Our Stroke Inpatient Unit
Rhode Island Hospital’s dedicated stroke unit is a unique 20-bed inpatient center, the first of its kind in New England, that is entirely devoted to the care of stroke patients. In the event of a stroke, every minute counts, and the skilled and personal attention our patients receive give them the best start on their journey back to health.
The first days after a stroke are stressful and confusing. This unit is expressly designed to help patients and caregivers navigate those first difficult steps toward recovery. Our staff is specially trained and certified to work with stroke patients, and the unit is equipped with the most advanced technology for stroke care.
The stroke unit offers:
Stroke-trained and certified nursing staff. The specialized care offered by our nursing staff is unique in the region; all members receive targeted training in the care of stroke patients and the complicating factors often associated with stroke.
Low staff-to-patient ratio. Each of our stroke-trained nurses follows approximately three patients, only half as many as on a regular unit, giving them more time to focus on each patient.
Thorough stroke education. Our nursing staff begins stroke education with patients and caregivers immediately upon admission. We also provide extensive educational materials to take home when patients leave the unit.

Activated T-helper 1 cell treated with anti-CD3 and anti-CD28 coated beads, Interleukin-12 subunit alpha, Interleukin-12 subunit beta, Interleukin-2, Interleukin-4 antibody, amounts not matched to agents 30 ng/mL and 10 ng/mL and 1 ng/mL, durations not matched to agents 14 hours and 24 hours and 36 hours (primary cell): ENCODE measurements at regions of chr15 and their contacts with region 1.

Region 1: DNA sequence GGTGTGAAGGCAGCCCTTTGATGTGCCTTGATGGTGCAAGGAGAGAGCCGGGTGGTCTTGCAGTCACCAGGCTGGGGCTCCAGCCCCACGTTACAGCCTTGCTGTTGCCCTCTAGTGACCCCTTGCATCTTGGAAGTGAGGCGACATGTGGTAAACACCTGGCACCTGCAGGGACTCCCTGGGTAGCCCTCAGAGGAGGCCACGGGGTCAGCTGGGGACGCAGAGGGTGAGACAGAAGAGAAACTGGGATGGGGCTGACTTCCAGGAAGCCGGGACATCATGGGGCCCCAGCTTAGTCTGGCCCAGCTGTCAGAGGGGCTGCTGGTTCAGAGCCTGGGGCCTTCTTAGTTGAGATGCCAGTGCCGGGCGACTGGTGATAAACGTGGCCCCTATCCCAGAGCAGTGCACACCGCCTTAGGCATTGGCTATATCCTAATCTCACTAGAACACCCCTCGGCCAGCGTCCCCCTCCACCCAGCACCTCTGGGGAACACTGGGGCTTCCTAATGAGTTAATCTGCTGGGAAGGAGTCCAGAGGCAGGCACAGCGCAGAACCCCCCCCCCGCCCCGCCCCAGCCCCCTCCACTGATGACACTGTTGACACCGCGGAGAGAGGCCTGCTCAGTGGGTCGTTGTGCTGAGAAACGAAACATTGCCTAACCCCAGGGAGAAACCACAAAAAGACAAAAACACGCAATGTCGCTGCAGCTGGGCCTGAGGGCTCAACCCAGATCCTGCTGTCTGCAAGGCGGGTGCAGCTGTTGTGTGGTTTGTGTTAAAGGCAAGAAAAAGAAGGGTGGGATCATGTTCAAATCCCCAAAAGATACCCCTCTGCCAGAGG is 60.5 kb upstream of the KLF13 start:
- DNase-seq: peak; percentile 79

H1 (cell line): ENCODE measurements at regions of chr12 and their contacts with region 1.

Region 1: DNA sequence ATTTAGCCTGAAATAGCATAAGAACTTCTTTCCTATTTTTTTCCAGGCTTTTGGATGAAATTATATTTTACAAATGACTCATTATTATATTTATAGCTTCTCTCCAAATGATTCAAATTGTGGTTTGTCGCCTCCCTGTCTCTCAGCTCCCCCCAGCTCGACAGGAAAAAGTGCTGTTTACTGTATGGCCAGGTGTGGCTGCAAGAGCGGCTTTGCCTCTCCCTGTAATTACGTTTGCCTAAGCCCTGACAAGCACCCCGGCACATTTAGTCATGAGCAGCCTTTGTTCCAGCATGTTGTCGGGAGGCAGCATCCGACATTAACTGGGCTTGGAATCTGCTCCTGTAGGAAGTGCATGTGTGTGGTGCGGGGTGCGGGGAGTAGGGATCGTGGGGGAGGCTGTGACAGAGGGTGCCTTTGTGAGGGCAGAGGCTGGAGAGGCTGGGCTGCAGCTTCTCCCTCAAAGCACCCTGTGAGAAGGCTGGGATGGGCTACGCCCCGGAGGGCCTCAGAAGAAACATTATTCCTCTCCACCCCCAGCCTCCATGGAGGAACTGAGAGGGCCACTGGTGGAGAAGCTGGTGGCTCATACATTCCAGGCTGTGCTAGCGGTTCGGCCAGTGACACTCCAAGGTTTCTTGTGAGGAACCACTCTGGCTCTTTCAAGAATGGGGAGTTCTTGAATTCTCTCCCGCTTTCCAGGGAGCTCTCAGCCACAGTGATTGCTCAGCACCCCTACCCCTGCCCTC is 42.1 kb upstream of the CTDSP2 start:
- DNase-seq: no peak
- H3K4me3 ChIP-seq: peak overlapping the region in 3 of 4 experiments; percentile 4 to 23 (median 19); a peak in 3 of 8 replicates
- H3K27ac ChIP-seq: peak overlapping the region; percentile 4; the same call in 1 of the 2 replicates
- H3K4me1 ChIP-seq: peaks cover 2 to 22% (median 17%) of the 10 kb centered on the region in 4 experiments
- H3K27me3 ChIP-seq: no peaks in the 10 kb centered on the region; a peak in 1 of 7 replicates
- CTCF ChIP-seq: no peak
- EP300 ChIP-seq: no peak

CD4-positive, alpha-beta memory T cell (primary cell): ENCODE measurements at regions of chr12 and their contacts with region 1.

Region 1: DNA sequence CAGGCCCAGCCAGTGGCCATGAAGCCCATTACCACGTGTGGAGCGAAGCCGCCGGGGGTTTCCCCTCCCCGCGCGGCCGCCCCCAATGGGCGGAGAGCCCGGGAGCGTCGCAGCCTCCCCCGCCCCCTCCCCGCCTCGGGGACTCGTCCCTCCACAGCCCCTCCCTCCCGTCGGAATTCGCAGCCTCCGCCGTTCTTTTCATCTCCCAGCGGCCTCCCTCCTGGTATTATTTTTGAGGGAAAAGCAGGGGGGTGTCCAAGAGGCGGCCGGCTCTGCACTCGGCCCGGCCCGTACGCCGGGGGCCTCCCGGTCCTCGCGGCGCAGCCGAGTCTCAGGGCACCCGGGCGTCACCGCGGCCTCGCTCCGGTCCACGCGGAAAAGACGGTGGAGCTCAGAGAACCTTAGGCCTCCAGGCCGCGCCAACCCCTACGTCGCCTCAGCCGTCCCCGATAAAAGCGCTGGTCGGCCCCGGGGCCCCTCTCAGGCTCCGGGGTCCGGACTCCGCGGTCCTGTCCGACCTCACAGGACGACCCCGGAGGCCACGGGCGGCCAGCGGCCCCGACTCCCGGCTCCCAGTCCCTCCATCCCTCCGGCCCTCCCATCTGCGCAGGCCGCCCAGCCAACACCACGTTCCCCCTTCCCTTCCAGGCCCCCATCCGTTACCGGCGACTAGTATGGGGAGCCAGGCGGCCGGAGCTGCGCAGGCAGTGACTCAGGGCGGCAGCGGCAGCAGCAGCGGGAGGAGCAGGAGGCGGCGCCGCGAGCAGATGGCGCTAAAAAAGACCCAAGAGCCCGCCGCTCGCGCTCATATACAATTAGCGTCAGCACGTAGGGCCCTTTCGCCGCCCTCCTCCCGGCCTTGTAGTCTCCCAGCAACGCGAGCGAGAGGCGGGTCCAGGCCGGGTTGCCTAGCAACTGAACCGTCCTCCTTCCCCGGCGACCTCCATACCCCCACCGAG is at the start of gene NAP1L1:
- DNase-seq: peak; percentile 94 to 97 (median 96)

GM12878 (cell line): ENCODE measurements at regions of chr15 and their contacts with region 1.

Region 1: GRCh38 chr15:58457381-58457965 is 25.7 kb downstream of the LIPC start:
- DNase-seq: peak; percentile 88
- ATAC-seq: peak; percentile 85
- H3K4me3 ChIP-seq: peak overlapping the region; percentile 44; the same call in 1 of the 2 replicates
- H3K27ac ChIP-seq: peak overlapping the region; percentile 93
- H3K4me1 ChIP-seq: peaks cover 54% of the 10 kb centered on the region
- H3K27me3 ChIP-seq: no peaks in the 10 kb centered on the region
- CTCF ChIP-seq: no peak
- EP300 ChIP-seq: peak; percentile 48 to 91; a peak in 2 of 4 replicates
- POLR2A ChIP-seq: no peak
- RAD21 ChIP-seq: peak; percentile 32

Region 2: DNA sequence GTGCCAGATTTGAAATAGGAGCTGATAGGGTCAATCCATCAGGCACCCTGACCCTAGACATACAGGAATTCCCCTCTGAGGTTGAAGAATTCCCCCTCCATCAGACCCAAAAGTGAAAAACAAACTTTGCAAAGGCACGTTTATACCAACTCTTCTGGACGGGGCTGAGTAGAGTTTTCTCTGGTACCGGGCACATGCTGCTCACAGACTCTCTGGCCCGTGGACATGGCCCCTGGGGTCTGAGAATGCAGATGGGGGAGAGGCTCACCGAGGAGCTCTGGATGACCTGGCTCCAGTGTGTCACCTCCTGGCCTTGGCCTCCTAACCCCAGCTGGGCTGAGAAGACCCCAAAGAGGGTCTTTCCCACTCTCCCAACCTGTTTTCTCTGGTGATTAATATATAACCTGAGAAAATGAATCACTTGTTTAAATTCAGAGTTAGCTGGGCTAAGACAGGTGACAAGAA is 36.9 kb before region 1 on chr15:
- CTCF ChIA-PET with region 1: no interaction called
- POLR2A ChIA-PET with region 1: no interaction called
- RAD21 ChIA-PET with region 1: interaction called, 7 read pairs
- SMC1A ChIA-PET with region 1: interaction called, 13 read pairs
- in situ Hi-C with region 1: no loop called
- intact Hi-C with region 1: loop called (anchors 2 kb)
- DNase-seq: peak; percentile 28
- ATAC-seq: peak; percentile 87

The most advanced technology. Our rooms are equipped with telemetry units and fiber optic cabling, allowing staff to remotely monitor patient heart rhythms. We also have the ability to perform ultrasound testing for blocked arteries right at the patient’s bedside, and to administer tPA (the clot buster for stroke) in patient rooms.
As the state’s only comprehensive stroke center located within a Level I trauma center, Rhode Island Hospital is uniquely qualified to provide this advanced clinical care to acute stroke patients. We are highly experienced in stroke care. Currently, we treat more than 1,100 adult and geriatric patients with suspected transient ischemic attack or stroke annually in Rhode Island and southeastern Massachusetts.